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How about just trying to save $10,000 on Youth Football? It’s far from a vital service but, that caused a blog as long as my arm. There are many examples, just talk about cutting something and notice the reaction you get. The general public seems to believe it’s all free, well it’s NOT free. The city is broke and something needs to give. The state has buried itself in debt and yet no outrage telling them to cut services. All you hear is “just cut taxes", the popular thing to say because, ”cutting taxes" doesn't mention the tough things that need to be done first, like cutting expenses. To rally around a weak a statement, like “just cut taxes” is a waste of time. Tell me what you want to cut and stand behind that statement when the arrows start pouring down! And when I say stand by that statement, I’m not talking about at the coffee shop with your friends. Show up at council meetings, write letters in the paper, and put yourself out in the spotlight. You could even run for office, most of you think it’s easy and fun anyways. Signup, drop me a line, I’ll help you. Put all of your free time and your family on hold, fighting for what you believe in. Stop sitting back; stop waiting for someone else to carry the burden for you. “Mr. Formerly of Batavia”, why don’t you use your name? You don’t live in Batavia anymore, right? Are you afraid of the spotlight? Is it too tough for you to say what you believe and let your friends know what you said? I’m not knocking you, I understand. It’s tough to put yourself out there, where every word you say will be torn apart. Ask yourself, if people like you won’t stand up and be counted when we need turn this mess around, who will?
Mark Potwora
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Charlie,I respect and thank you for the job your doing.I have no problem with some services getting cut ..which ones are debtable..I can do without the street cleaner on my street,that could save some gas and manpower,i would be willing to go to some kind of pay per bag for trash, if it will save money..i would be willing to do without sidewalk plowing in the winter,since its spose to be the homeowers resonsiblity...I remember the debate about the dispatchers..at first you were all going to keep it the way it was,but you did the right thing and combined with the county.I give you all credit for that move.Even Mr.Cox changed his view..i think..No more the end is near now talk ..from those who supported it..when you dont have the money you have to do with out ...As far as voting a school budget down,that bull because they go to a secondary budget thats just a little less..we could have a big debate on that..point is taxes are killing us and alot of it starts at the local level..we do need to do with less..You say that we all need to get envolved,well when you need two incomes to help pay for all these taxes its hard to be envolved..that why we elect you all to represent us..and if we don't like what you do we vote you out..you talk about cutting were you can, and you give the city manager a raise ...For doing the job you hired him to..wasnt he the asst. manager when alot of this budget mess started..its a joke..what wrong with freezing pay until we are all caught up..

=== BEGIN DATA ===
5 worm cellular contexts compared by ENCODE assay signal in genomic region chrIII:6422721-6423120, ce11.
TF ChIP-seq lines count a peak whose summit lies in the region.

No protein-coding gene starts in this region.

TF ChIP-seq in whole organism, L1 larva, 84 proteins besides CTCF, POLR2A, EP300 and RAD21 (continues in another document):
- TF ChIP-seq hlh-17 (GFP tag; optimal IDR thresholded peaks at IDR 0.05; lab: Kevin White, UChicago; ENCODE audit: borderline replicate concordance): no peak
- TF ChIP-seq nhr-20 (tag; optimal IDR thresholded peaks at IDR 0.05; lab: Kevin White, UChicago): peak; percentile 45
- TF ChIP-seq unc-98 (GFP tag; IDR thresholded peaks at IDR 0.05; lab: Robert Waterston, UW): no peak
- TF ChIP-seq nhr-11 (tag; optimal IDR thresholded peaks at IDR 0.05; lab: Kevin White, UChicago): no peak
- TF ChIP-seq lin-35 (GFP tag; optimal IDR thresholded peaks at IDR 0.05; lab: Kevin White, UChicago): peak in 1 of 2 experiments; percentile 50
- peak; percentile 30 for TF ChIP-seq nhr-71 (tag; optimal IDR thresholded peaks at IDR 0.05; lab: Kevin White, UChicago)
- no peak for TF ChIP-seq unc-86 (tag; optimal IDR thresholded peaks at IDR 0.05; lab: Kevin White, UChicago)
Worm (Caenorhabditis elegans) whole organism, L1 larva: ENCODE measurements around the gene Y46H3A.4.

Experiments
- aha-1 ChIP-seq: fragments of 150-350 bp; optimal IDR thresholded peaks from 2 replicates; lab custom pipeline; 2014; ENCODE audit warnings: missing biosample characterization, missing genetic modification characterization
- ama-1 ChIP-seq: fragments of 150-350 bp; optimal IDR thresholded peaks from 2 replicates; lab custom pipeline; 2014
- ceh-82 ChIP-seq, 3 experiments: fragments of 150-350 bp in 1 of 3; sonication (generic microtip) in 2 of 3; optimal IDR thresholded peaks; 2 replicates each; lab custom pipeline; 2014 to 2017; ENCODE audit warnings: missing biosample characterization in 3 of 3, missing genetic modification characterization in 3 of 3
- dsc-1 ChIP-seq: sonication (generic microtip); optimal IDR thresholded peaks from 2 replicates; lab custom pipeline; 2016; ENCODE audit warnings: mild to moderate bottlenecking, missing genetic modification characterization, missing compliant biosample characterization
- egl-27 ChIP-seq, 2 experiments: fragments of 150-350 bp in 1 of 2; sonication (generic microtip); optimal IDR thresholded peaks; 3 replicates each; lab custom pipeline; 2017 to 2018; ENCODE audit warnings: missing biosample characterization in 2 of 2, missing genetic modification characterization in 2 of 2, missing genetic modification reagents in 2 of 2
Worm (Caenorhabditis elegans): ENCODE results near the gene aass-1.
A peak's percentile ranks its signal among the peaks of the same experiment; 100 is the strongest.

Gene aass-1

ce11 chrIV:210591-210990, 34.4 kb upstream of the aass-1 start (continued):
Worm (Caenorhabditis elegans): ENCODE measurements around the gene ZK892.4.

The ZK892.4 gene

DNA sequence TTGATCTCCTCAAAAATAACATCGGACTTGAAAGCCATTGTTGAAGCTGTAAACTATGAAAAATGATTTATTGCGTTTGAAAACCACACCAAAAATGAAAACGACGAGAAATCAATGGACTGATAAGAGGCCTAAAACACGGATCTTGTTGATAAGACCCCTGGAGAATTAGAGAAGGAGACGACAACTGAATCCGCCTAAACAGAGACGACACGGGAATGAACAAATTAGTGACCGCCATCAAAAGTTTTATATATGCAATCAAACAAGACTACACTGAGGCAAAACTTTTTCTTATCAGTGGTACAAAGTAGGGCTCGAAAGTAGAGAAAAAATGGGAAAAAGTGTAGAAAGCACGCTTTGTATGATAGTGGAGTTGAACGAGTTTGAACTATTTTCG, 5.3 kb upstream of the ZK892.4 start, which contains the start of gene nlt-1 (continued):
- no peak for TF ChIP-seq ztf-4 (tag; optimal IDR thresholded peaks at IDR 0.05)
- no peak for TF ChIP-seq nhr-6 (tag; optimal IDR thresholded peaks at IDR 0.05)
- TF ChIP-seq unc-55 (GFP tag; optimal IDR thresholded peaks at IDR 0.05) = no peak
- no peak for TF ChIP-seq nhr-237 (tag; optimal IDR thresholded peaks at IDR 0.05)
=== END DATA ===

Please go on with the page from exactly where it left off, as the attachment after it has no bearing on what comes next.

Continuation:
Charlie Mallow
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Mark, from reading what you have written, I doubt we have very much to debate about school taxes or anything else. I wish we could freeze pay until we were all caught up. Our city unions gave a lot more than most would have with agreeing to wage freezes for a year and then taking 2% increases for the next few. There is no way around a cost of living increase for people. If you have good people and you want to keep them, you have to do right by them. If you’re truly intent on making real change, those cost of living increases are not going to add up and not giving those raises hurts you in the long run with your staff. We have to concentrate our energy on the larger things. You mentioned dispatch, when all the debate about what was the best thing to do was done, it didn’t matter. Because, we as a city couldn’t afford to have the best that money could buy. There are a lot of those types of issues coming up in the next few months. People keeping an open mind would go along way. There are other ways to do things, we need to change our ways and be open to them. As for getting evolved, we all have two family incomes. We are New Yorkers; it’s a fact of life. My time as a low level Politian is coming to an end. Someone is going to need to take my place. The job takes someone with thick skin and who doesn’t care about the pay.